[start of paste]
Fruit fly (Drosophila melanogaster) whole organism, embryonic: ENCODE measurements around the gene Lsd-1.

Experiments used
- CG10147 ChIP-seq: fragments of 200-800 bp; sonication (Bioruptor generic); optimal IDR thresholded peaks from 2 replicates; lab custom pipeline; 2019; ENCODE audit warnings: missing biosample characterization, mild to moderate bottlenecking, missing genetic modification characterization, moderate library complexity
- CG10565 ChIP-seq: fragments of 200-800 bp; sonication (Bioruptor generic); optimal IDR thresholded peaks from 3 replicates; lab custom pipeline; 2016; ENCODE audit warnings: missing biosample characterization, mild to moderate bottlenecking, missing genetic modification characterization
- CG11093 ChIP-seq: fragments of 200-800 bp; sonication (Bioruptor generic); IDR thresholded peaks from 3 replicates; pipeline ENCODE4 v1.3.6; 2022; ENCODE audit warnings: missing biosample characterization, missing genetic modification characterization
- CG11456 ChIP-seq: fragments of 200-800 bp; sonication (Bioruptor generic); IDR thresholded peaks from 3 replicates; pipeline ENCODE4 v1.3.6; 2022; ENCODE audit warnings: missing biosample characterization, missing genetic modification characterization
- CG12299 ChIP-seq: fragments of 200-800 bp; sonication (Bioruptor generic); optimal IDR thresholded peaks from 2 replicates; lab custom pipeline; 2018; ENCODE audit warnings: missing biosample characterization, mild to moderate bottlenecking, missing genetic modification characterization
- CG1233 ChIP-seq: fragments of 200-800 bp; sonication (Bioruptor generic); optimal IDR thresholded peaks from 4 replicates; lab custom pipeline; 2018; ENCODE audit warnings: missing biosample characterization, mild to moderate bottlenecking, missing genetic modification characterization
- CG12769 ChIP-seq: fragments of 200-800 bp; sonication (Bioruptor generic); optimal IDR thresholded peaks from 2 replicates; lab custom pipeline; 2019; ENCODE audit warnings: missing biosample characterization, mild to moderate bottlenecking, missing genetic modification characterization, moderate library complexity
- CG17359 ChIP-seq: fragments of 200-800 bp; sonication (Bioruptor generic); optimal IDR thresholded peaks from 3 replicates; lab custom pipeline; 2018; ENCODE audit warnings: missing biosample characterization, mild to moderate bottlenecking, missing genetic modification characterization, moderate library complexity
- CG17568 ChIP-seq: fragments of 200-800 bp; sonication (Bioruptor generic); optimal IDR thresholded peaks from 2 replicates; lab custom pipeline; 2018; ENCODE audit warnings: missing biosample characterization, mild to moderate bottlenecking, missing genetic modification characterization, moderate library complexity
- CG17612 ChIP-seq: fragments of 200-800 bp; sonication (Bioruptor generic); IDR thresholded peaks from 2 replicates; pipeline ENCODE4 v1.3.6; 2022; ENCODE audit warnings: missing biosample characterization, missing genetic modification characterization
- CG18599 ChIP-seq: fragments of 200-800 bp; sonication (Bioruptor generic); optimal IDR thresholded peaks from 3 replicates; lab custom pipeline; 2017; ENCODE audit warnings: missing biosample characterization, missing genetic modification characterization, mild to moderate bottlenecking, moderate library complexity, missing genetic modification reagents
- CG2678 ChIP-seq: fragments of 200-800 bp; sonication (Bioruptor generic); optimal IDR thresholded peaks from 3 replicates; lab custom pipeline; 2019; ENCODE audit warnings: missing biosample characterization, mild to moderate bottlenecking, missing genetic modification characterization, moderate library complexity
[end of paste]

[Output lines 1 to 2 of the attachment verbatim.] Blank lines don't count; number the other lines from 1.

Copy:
Fruit fly (Drosophila melanogaster) whole organism, embryonic: ENCODE measurements around the gene Lsd-1.

Experiments used